If you read my latest column, it said that this is going to be a presidency from hell. But you know the servers and the emails and the Clinton Foundation and all the money, and then the fact that she has testified under oath repeatedly, she has talked to federal officials, lying to whom is a felony. So I think, and then you’ve got all these WikiLeaks, thousands of emails, so what they’re going to have to do I think in the first days if Clinton won, in the first days of that administration, they’re going to be sifting through all these things to find contradictions and statements that appear to be false. And if they find some that’s going to call into existence an independent council, Justice will have to appoint one, and then they’ll proceed down the road.
There’s a lot that’s been made in this election about Trump’s coalition, about the demographic decline of White America. What do you make of the demographics of this movement?
The Republican Party is under a death sentence. It’s quite simple. The base of the Republican Party, which was first put together in the great New Majority coalition when I was in the White House with Nixon, we did it from 1969 to ‘72, and we won 49 states. Ninety percent of the electorate was Americans of European descent. If you got 60 percent of 90 percent, that’s 54 percent of the country. So what’s happened is, the white share of the population has fallen from close to 90 percent down to about 60 percent now and falling. And the white share of the election is 70 percent, and unless you get more people of color voting for you, you can’t get a majority.
California has gone Democratic in all of the last six presidential elections, and when the nation looks like California demographically, it’s probably gonna look like California politically. What does that mean? There’s not a single Republican in statewide office in California. Congressional-delegation Republicans are outnumbered more than two to one, and in the state legislature, the senate, and the house, they are outnumbered almost two to one, so the Republican Party is down to 31 percent of the state of California. It is inexorable.
What Trump has done is this: His vote is similar to my vote, but it’s much larger. I remember going out to the Iowa caucuses, I think it was back in ’96 or 2000, and one of these liberal Republican journalists said “These people aren’t Republicans.” And they weren’t, they were coming in on motorcycles, they were working-class Democrats, and they were coming out to the Iowa straw poll to vote for me. What Trump has done is he has energized a tremendous number of the blue-collar Democrats in Ohio and Michigan, and originally in Pennsylvania and Wisconsin. Many of them have left him by now, but he had at one point a real shot to win these states that Republicans haven’t won since 1988.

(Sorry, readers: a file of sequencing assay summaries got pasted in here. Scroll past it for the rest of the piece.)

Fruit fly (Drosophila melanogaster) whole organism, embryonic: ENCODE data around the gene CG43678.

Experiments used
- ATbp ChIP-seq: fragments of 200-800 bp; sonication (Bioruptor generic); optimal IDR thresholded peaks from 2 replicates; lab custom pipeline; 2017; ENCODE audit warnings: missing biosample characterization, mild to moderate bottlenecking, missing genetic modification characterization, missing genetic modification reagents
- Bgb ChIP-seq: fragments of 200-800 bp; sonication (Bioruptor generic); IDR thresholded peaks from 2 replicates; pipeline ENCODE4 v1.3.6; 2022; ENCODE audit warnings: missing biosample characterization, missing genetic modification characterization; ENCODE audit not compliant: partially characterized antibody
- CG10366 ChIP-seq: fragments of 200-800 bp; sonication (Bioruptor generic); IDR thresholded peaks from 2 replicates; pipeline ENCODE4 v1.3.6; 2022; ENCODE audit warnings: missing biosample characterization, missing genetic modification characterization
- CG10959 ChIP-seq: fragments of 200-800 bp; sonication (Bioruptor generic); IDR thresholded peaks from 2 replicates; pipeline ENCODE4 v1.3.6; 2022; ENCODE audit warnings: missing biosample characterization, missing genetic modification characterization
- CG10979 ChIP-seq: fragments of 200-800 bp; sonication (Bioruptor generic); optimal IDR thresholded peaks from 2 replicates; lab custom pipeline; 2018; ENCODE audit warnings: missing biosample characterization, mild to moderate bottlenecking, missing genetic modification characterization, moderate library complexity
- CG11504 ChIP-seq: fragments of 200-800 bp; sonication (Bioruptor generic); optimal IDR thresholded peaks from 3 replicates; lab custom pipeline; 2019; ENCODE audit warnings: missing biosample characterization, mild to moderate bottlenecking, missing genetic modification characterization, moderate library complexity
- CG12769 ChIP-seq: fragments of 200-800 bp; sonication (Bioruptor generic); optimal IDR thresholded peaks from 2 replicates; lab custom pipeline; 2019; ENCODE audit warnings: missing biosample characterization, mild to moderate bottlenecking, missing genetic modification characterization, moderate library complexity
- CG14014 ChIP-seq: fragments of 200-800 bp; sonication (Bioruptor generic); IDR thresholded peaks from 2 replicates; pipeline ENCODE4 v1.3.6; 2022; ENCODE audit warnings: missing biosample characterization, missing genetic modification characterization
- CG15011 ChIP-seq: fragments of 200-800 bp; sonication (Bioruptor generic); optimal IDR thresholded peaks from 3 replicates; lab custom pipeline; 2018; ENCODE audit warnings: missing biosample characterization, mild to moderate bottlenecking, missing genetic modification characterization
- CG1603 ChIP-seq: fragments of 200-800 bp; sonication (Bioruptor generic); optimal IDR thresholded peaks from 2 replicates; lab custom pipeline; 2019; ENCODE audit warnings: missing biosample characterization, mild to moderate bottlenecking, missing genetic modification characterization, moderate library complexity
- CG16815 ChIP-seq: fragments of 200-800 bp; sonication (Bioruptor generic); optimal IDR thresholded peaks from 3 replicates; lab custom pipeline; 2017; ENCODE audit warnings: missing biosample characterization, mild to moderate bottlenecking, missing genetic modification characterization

This coalition doesn’t look large enough to win the election for Trump, are there ways this platform can gain ground without Trump winning?
This year take a look at it. Back in 1992 to ‘94, when I was on the radio between presidential runs, and we were fighting NAFTA, when I needed somebody and I didn’t get the guest I wanted, I’d say ‘Well, give Bernie Sanders a call, he’s good on NAFTA.’ What’s happened now is not only has Trump moved the Republican Party strongly in the direction of economic nationalism, Hillary Clinton has abandoned the TPP. We have won the argument nationally. We actually were very close to winning it back then, but now we have won it politically. And even the Republican Party I don’t think can go back to the TPP and free trade without committing suicide.
Secondly, I think if the Republican party goes to amnesty on illegal immigration, the way Bush was moving toward it and McCain was, they will be committing suicide, the country doesn’t want that, it wants the border secure.
Third, the Beltway elites, the neocons, and the others, no matter who wins, will be pushing for a war with Russia or Iran or somebody. We haven’t yet won on the war issue, Obama’s got no enthusiasm for a war in Syria or a war against Russia, but a key questions is if Hillary wins, what happens? There’s a segment in the Republican Party that remains interventionist and hawkish and really I think still rooted in the Cold War.
Do you feel vindicated by this election?
I am elated that Trump has raised these issues, the issues that have tremendous currency now. They were decisive issues I think certainly in the Republican primaries, where he wiped up the floor with 16 establishment Republicans. I’m elated that it’s been recognized and that people are coming around to the damage done to the country in the last 20 years by masses of illegal immigration, the division in the country, the change in the country that’s taken place. All these factories are gone, the economic dynamism of the country is gone.
Am I glad everybody is aware of it now? Sure, but it’s very sad. I’ll never understand why the establishment — even if they don’t like me — why they couldn’t see the truth of some of the issues, the popularity, and the real pull of the issues we raised, and the votes we got, and why they didn’t move themselves as a good politician does to really co-opt and seize them, and deal with the problem before it became the crises we have today. I’m delighted we were proven right, but I’m not happy as to what’s happened to the country because these folks didn’t address it.